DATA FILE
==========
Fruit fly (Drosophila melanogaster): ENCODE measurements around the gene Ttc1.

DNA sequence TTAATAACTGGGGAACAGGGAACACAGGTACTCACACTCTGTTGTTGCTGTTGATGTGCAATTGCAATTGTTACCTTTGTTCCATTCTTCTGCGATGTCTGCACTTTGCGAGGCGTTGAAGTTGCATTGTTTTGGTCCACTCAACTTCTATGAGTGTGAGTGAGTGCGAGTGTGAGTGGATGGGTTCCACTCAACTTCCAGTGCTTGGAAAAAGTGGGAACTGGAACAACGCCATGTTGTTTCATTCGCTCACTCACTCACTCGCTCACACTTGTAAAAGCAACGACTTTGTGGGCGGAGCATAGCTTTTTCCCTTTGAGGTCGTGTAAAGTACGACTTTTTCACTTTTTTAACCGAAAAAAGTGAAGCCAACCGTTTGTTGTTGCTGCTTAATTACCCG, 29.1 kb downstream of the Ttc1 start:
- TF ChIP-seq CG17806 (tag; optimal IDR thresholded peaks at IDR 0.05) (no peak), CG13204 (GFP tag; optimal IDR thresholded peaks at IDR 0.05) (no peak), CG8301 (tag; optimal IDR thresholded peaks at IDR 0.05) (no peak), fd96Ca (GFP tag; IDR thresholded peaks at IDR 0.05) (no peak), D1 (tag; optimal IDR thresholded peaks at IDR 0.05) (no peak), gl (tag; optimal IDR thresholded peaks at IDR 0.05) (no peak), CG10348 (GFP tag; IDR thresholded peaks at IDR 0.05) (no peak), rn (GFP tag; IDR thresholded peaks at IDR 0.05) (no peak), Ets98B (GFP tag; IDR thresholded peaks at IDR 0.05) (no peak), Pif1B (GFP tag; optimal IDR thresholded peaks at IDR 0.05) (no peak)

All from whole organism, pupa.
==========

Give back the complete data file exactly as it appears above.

Fruit fly (Drosophila melanogaster): ENCODE measurements around the gene Ttc1.

DNA sequence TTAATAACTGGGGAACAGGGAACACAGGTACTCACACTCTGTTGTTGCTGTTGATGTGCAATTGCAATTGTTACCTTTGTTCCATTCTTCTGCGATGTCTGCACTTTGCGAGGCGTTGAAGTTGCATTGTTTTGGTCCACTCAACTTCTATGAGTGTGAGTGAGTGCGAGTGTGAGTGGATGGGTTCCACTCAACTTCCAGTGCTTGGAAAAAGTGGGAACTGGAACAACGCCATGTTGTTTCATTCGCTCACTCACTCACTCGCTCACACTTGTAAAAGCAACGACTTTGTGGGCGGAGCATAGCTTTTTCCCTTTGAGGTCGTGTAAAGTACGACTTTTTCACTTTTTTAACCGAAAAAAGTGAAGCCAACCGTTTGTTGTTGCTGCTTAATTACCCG, 29.1 kb downstream of the Ttc1 start:
- TF ChIP-seq CG17806 (tag; optimal IDR thresholded peaks at IDR 0.05) (no peak), CG13204 (GFP tag; optimal IDR thresholded peaks at IDR 0.05) (no peak), CG8301 (tag; optimal IDR thresholded peaks at IDR 0.05) (no peak), fd96Ca (GFP tag; IDR thresholded peaks at IDR 0.05) (no peak), D1 (tag; optimal IDR thresholded peaks at IDR 0.05) (no peak), gl (tag; optimal IDR thresholded peaks at IDR 0.05) (no peak), CG10348 (GFP tag; IDR thresholded peaks at IDR 0.05) (no peak), rn (GFP tag; IDR thresholded peaks at IDR 0.05) (no peak), Ets98B (GFP tag; IDR thresholded peaks at IDR 0.05) (no peak), Pif1B (GFP tag; optimal IDR thresholded peaks at IDR 0.05) (no peak)

All from whole organism, pupa.